Finding the Best Fried Chicken Sandwich in Spokane
While Southern fried chicken finds its origins in Scottish and West African cuisine, the fried chicken sandwich is a wholly American invention, and while Spokane isn’t yet a foodie destination, when it comes to fried chicken sandwiches, this town has a bevy of options. Therefore I made it my goal to try as many local fried chicken sandwiches as I could, and hopefully not die from a heart attack in the process.
I ordered chicken sandwiches at a total of 10 Spokane restaurants, from fancy to no-frills, traditional to vegetarian. Below are my totally untrained findings, in no particular order.
Stella’s serves up three styles of fried chicken sandwich: Southern, Korean, and Nashville Hot. As a sucker for all things spicy, I opted for their Nashville Hot, and I have to say, Stella’s has maybe the best fry on a chicken sandwich I’ve seen. Perfect color, juicy flavorful meat, and a simple white bun. However, to call this a Nashville Hot Chicken is an affront to anyone with a palate for spice. The menu says they toss the chicken in chili oil, which is a far cry from the proper Nashville Hot recipe of copious amounts of cayenne and black pepper. Nevertheless this sandwich is one of the best in town. It just isn’t very hot.
Poole’s Public House
This is your run-of-the-mill, overly salted, massive hunk of fried chicken breast that spills off the bun. I ordered mine with garlic aioli (you can also get Buffalo sauce) but couldn’t taste anything other than salt. Some people may really like this style, but I imagine they’ve never had a fried chicken sandwich the way it is meant to be, tasty as all get out with a delicate crispness, and chicken juice running down your chin. Poole’s ain’t it.
I’m from the South, and No-Li was the first, and still best, fried chicken sandwich I’ve had in Spokane. Chef Avont Grant’s take on a Nashville Hot Chicken hits all the right notes. The brioche bun, pickles, shredded lettuce, and dill sauce come together to bring Spokane the closest I’ve tasted to a real deal Southern-style fried chicken sandwich. Pro tip: If you want some real heat, ask the kitchen to make it extra hot.
Man cannot live on chicken alone, so I decided to give Spokane’s newest vegetarian restaurant, RÜT, a try. I was impressed. For a sandwich that is made entirely from soy and gluten, it sure doesn’t taste like it. Crispy and juicy, with thin shaved red onion and house-made pickles sandwiched between a locally made bun from Alpine Bakery, the Fried Not-Chicken Sandwich was awesome. In fact it was better than most of Spokane’s real chicken sandwiches.Pro tip: Order a side of the Thai Ginger Cauliflower Wings. You will not be disappointed.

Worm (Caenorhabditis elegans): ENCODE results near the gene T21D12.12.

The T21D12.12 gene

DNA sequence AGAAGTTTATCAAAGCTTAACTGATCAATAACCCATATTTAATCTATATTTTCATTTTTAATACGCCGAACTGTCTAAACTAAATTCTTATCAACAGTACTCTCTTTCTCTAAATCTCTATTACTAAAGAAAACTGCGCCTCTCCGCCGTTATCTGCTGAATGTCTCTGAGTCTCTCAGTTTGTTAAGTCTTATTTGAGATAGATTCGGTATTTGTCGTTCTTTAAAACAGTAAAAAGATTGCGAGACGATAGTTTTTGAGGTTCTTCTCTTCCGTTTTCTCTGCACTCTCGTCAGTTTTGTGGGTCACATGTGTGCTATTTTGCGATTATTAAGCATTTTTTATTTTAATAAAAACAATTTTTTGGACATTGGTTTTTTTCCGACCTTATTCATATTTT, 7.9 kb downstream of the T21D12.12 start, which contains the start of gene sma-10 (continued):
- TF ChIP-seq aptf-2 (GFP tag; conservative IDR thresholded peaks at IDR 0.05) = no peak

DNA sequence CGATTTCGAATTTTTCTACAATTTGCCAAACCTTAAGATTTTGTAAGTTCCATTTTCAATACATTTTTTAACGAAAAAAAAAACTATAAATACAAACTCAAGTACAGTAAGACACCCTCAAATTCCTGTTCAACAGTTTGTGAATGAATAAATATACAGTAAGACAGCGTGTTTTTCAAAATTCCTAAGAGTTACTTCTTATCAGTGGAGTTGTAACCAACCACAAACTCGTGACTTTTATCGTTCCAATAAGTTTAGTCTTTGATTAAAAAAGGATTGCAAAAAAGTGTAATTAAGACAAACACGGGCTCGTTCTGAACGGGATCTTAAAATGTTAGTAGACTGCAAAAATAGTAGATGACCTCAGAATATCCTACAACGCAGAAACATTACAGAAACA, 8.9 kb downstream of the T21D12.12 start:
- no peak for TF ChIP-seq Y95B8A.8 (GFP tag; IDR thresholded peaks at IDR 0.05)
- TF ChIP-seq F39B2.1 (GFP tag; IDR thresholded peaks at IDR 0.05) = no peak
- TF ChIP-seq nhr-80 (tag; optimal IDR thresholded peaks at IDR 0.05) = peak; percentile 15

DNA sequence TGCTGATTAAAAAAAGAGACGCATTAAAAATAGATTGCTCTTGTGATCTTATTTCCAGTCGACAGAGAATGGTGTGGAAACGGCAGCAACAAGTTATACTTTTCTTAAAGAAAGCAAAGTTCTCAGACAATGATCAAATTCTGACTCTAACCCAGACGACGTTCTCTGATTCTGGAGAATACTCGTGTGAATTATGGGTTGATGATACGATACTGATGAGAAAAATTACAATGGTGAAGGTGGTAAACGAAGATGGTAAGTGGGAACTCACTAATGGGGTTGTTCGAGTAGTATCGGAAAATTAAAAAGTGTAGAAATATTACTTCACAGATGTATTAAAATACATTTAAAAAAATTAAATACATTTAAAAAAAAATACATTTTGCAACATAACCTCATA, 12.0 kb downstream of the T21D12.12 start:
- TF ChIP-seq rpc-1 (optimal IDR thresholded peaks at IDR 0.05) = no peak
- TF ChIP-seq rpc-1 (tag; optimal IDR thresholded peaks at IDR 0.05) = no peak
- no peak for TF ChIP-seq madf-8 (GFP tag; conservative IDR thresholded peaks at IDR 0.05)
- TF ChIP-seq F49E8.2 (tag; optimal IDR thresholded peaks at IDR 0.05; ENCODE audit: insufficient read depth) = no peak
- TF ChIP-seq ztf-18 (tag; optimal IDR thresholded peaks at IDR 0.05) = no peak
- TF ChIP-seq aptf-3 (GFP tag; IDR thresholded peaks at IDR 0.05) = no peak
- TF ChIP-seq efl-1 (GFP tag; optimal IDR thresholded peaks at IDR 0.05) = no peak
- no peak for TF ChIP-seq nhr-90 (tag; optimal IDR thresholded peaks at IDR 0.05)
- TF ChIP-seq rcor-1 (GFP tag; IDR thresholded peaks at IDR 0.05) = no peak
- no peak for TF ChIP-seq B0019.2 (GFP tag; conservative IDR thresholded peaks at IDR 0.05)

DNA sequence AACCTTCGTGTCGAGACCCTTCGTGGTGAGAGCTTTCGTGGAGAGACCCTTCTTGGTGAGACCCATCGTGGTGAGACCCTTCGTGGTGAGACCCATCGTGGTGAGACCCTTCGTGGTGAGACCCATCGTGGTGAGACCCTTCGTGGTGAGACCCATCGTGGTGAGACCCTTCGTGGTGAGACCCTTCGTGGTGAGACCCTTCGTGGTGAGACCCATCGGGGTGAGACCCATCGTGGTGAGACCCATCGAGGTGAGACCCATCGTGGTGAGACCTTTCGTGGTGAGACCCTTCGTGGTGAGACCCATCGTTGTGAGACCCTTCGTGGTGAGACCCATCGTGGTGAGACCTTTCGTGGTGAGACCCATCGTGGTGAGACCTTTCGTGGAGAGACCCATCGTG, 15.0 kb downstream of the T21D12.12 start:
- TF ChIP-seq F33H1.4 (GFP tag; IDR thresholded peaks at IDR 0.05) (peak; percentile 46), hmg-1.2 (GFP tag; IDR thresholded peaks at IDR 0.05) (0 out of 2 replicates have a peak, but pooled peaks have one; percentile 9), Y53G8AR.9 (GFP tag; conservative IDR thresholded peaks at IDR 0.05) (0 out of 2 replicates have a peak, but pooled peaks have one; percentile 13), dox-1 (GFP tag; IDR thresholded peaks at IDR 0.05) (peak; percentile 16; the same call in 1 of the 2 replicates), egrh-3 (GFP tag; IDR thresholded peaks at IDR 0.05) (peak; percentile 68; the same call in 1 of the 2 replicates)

Incrediburger & Eggs
Incrediburger offers a Korean fried chicken sandwich with a honey butter chile sauce, kimchi, and spicy ranch. I expected this combination to be dope, but it wasn’t the flavor explosion I was hoping for. Incrediburger uses chicken thighs for their sandwiches instead of the more popular breast. Thighs have a higher fat content, which usually results in juicier chicken, but all I tasted was tough meat and zero flavor. At least the beer was good.
Saranac Public House
Saranac offers a Dude-fil-A fried chicken sandwich, an obvious play on Chick-fil-A. It’s not bad. It’s not great. It just is. Fried golden brown, the chicken is a bit dry, and there isn’t a lot of flavor. The bun held together well, probably because the sandwich was devoid of sauce. If you’re looking for straightforward chicken sammie, you could do worse than Saranac, but you can do a lot better as well.
Barnwood attempts a Nashville Hot sandwich, and while spicier than Stella, the juiciness and sexy crisp fry are missing. Barnwood’s chicken sandwich is pretty unremarkable, but it isn’t terrible, plus it comes with a side of sweet potato fries which really do hit the spot.
One of my favorite restaurants in Spokane, Downriver embodies eclectic cuisine, but never goes over the top. They offer two fried chicken sandwiches (regular and barbecue) and both are great. The fry is one of the lightest in the city, but still crispy and juicy, which is everything you want from a sandwich. The only problem I had was that the bun fell apart and left my hands messy. Overall a solid choice.
Durkin’s Liquor Bar
Now this how you fry a chicken thigh. Dusted with Cajun seasoning, the meat was juicy and hot, and the house-made bun held the lettuce, pickle, mayo, and Mama Lil’s Hot Honey together. At $16 this is the most expensive of Spokane’s fried chicken sandwich offerings, but for my money, it is well worth it.
You can’t get any cheaper than Chicken-n-More’s Tiger Chicken Patty and still call it chicken. For $3.49 you get a chicken patty on a white hoagie bun, American cheese, and a dollop of barbecue sauce. Hungry? Double the meat for two bucks more. It ain’t fancy, but it is flavorful, and gets the job done.
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